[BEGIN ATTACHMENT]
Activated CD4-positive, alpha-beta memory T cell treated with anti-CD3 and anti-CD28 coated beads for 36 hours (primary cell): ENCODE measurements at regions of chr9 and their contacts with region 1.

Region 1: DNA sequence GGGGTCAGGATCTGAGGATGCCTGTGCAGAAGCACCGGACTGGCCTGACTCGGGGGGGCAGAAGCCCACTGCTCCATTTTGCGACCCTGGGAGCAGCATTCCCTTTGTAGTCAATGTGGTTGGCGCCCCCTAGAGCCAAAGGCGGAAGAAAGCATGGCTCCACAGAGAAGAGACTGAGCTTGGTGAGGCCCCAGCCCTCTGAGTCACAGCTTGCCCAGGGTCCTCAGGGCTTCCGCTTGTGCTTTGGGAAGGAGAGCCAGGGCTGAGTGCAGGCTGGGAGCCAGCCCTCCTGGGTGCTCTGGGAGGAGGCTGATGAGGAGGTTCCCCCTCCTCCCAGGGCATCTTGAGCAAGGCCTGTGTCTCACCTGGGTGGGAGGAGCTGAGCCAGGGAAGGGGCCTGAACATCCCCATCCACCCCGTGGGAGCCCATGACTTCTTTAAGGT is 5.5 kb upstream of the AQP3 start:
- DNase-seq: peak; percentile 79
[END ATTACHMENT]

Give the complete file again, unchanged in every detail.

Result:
Activated CD4-positive, alpha-beta memory T cell treated with anti-CD3 and anti-CD28 coated beads for 36 hours (primary cell): ENCODE measurements at regions of chr9 and their contacts with region 1.

Region 1: DNA sequence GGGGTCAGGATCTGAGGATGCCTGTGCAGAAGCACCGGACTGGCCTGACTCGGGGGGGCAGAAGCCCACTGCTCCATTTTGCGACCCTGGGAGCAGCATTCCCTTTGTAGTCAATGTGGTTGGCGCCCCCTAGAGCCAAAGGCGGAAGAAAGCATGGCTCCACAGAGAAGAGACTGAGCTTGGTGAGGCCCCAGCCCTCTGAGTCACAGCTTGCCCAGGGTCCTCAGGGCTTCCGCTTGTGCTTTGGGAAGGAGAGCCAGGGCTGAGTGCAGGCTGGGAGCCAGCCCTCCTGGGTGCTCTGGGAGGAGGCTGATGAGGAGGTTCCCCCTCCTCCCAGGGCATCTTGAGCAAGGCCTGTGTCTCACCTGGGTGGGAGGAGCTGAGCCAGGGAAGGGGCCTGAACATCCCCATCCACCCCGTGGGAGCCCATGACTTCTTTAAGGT is 5.5 kb upstream of the AQP3 start:
- DNase-seq: peak; percentile 79